WASHINGTON - If I were a Native American today, what would my life be like? How would I be different from other kids? Would I go to a regular school? These are some of the questions answered by the children's book "Meet Naiche: A Native Boy from the Chesapeake Bay Area" by Piscataway author Gabrielle Tayac.
This 48-page book marks the debut of a new series "My World: Young Native Americans Today" by the National Museum of the American Indian, Smithsonian Institution, in association with Beyond Words Publishing, Inc. The series is targeted toward pre-teen readers in hopes of promoting greater cultural tolerance through understanding.
The series will profile young American Indians who will share their experiences growing up Native in today's world. All writing and photography will be provided by Native individuals.
The subject of "Meet Naiche: A Native Boy from the Chesapeake Bay Area" is a youth named Naiche Woosah Tayac who lives in rural Maryland, not too far from the capitol of the United States where the Smithsonian Institution is building the National Museum of the American Indian.
Naiche's mother is San Carlos Apache, his father is Piscataway and he is Gabrielle Tayac's nephew. Tayac draws from her familiarity with Naiche and his family to create a simple yet eloquent look at a normal springtime weekend in his life.
The family name "Tayac" means "head chief" in the Pascataway language. Naiche, an heir of important chiefs, has been raised knowing the importance of keeping his tribe's ceremonies and rituals from being lost in the commotion of modern society. Naiche explains with great pride his family's role in the Awakening of Mother Earth ceremony and he eagerly describes what happens, the significance of where it is held and why his people think it is important.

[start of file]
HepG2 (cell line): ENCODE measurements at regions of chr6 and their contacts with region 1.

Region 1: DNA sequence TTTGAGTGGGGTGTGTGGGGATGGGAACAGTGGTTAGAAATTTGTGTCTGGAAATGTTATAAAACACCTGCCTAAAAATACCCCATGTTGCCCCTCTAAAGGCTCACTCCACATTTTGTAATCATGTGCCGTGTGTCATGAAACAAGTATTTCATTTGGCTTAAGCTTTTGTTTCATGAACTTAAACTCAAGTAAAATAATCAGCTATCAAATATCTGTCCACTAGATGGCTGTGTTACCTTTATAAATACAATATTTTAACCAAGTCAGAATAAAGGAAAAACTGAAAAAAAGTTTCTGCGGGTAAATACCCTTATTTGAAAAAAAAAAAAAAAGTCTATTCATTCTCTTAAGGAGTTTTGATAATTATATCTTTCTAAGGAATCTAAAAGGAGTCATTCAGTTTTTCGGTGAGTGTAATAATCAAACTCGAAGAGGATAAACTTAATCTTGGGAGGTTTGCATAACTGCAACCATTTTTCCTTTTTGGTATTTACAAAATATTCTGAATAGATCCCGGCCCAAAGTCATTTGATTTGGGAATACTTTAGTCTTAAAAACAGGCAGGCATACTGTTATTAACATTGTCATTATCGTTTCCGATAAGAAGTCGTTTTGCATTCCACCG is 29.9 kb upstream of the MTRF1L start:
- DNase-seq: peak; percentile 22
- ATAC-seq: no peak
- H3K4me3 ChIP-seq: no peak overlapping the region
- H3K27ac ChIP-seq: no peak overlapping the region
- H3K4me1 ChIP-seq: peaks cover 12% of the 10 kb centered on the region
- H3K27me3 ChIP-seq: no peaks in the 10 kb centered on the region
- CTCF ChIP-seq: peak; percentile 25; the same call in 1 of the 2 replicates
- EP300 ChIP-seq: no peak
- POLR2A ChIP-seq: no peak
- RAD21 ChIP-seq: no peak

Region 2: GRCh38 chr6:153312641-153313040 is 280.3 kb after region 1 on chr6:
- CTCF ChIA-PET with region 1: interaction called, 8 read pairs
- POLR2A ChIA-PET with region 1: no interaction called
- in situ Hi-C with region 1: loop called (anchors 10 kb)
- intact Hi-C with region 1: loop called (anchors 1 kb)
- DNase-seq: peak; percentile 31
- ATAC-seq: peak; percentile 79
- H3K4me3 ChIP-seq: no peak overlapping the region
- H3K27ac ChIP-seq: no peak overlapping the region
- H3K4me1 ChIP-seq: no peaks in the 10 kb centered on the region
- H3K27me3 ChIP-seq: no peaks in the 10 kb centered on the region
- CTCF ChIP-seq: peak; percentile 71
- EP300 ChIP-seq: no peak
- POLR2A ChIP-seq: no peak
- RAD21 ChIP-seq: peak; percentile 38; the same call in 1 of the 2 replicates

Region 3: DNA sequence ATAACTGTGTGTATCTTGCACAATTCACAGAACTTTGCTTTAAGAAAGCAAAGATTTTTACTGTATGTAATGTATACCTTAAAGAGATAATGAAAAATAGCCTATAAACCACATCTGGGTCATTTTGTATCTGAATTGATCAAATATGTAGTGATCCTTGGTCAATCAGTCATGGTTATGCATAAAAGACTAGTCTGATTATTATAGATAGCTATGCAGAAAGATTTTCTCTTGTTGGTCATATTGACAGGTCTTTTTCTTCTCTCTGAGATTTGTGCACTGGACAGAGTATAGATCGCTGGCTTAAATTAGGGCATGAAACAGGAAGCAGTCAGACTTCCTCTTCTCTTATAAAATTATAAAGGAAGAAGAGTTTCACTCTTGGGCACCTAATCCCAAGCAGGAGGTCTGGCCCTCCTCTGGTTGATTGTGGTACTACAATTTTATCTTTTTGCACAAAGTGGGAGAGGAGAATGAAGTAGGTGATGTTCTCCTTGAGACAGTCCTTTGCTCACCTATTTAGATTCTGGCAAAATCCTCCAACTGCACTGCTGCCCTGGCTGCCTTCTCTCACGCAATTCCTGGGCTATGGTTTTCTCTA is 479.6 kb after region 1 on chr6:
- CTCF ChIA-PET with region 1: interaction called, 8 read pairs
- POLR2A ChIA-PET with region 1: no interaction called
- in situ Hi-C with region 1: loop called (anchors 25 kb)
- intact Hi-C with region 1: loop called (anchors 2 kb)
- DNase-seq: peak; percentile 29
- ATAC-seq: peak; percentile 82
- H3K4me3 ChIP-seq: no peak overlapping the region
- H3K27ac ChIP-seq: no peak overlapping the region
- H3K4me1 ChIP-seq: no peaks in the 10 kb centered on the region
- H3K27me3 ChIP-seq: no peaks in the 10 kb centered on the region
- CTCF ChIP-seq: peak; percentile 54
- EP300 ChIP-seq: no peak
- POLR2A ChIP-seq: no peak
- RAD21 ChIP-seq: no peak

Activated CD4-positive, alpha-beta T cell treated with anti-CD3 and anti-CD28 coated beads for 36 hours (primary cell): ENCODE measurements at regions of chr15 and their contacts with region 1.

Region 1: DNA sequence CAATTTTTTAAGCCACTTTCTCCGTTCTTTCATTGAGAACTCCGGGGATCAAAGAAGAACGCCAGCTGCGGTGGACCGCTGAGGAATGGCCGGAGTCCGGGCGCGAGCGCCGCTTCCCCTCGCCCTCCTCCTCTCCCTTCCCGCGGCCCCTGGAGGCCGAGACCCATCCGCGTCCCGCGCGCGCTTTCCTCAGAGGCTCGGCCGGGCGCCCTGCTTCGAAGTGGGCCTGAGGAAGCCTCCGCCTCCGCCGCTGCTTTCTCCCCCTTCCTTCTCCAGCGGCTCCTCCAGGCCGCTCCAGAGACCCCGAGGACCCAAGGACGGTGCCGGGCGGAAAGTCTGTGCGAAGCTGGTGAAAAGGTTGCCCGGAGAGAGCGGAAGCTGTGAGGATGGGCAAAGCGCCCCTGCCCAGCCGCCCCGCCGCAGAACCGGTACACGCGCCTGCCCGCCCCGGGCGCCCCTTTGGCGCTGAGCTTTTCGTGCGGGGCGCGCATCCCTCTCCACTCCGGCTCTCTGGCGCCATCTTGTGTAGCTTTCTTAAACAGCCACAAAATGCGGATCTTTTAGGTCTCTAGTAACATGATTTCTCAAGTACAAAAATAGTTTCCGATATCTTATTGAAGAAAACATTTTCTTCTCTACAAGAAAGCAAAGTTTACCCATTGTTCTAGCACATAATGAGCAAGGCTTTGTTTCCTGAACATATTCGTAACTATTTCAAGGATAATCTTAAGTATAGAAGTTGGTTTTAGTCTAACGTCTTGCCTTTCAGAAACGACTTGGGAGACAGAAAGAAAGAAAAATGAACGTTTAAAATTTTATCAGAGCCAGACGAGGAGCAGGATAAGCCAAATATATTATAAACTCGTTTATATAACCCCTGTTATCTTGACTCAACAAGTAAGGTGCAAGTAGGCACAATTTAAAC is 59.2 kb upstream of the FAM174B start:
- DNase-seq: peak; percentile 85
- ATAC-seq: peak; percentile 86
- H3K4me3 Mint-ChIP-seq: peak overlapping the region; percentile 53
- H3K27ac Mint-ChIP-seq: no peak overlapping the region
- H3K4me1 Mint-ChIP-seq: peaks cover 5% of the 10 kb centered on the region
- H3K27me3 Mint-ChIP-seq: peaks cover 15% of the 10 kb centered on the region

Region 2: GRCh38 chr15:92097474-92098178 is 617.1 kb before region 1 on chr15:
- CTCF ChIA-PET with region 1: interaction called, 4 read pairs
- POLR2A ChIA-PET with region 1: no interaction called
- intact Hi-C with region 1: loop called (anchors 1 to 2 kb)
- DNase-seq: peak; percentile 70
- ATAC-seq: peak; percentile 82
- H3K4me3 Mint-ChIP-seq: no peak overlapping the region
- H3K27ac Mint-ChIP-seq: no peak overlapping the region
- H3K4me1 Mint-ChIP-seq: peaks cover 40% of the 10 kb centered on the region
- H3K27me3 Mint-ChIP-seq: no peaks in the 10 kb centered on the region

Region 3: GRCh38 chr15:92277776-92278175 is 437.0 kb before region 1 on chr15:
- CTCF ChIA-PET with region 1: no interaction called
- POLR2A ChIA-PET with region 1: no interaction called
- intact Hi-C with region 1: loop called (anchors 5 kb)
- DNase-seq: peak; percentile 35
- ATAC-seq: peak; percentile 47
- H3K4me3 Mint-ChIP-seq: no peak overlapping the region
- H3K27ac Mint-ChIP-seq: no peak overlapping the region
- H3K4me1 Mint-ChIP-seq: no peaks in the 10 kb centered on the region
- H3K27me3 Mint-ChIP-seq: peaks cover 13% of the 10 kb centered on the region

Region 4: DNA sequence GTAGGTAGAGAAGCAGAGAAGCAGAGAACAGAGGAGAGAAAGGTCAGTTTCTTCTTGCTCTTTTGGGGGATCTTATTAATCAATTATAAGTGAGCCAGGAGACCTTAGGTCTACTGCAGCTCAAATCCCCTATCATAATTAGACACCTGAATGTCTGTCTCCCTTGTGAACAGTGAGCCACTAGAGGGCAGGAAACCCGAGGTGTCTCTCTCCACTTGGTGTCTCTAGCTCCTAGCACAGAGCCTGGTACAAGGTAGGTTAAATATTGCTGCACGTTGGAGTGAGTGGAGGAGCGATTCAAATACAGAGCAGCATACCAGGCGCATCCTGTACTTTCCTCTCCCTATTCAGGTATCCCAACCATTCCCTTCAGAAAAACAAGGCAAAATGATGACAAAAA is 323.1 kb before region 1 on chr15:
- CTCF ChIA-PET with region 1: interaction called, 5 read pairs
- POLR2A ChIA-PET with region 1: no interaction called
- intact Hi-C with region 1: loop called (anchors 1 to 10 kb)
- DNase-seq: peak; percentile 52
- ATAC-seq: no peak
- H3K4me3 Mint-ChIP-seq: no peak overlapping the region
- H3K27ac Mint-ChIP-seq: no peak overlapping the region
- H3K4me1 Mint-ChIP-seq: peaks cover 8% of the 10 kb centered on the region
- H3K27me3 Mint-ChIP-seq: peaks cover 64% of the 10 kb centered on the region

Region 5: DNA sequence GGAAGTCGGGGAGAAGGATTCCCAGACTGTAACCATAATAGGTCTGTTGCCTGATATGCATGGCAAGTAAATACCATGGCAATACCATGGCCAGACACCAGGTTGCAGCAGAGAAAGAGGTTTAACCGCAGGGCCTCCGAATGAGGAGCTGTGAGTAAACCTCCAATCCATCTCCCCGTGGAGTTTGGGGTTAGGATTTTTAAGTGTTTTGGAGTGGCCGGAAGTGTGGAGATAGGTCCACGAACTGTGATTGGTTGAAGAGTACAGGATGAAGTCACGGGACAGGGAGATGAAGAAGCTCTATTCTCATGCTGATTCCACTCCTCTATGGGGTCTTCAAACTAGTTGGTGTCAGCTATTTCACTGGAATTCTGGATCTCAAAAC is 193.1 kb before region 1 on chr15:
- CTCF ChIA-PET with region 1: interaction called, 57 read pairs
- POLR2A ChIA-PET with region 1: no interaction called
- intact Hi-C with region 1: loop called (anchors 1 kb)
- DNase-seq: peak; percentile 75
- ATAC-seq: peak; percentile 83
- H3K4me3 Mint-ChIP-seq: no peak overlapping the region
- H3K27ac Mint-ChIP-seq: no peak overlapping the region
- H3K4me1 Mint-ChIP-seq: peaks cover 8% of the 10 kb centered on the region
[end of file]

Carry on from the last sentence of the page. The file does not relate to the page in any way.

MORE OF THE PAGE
Naiche is a good example of cultural assimilation. He lives in a beautiful modern home, enjoys riding his bike and attends public school. The little details of his life help non-Native children understand that Naiche's life is not some exotic museum demonstration. He is a regular kid - just like them. He gets in trouble when he doesn't clean his room and he prefers playing soccer in gym class to learning about photosynthesis in science.
This high quality book includes historical drawings and photos along with many full-color photographs by the renowned Siletz photographer John Harrington. The Washington-based Harrington is the youngest photographer ever to be assigned to cover the White House and is the chief photographer for the international magazine "The World & I."
Author Gabrielle Tayac is also a good example of a modern Native woman. She earned a doctorate in Sociology from Harvard University. She co-founded of the League of Indigenous Sovereign Nations and works to promote education about the rights of indigenous people around the world. Since 1999, Dr. Tayac has been developing exhibitions and programs for the National Museum of the American Indian which is scheduled to open in 2004.
For more information, write to Beyond Words Publishing, Inc., 20827 N.W. Cornell Rd., Suite 500, Hillsboro, Oregon 97124, phone (503) 531-8700 or visit www.beyondword.com.